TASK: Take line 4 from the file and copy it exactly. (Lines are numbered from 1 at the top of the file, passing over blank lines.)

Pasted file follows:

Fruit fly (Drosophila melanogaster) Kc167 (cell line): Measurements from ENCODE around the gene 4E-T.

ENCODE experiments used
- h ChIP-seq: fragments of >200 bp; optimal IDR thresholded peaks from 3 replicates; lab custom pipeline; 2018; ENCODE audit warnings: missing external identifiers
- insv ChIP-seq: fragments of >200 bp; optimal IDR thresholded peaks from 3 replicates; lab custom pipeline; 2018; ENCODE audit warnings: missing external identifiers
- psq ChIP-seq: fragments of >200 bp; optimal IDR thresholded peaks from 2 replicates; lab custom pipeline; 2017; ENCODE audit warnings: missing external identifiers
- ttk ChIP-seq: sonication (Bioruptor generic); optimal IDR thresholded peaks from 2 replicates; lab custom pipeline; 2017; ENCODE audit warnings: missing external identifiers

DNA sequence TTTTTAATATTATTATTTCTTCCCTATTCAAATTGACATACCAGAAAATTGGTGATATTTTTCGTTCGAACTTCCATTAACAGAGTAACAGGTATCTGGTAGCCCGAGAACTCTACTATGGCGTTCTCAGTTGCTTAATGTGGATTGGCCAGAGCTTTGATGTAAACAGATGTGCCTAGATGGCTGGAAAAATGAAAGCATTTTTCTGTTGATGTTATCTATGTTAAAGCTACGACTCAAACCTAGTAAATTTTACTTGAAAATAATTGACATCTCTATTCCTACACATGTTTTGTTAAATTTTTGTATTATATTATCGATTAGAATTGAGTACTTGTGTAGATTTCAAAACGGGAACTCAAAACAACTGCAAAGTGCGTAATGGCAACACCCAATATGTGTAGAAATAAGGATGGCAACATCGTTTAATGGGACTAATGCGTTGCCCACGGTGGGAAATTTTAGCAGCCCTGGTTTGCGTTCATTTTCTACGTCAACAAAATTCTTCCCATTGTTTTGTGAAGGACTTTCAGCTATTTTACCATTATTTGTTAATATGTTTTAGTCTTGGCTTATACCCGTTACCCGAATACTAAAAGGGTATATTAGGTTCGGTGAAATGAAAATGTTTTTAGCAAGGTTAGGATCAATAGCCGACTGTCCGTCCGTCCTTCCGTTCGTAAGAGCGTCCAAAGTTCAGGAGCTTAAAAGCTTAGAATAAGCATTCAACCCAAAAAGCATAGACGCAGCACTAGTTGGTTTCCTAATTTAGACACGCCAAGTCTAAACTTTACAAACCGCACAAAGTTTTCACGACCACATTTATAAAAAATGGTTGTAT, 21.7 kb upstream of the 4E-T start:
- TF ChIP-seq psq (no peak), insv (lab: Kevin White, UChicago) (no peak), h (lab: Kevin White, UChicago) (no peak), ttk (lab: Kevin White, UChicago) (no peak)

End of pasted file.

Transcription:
- insv ChIP-seq: fragments of >200 bp; optimal IDR thresholded peaks from 3 replicates; lab custom pipeline; 2018; ENCODE audit warnings: missing external identifiers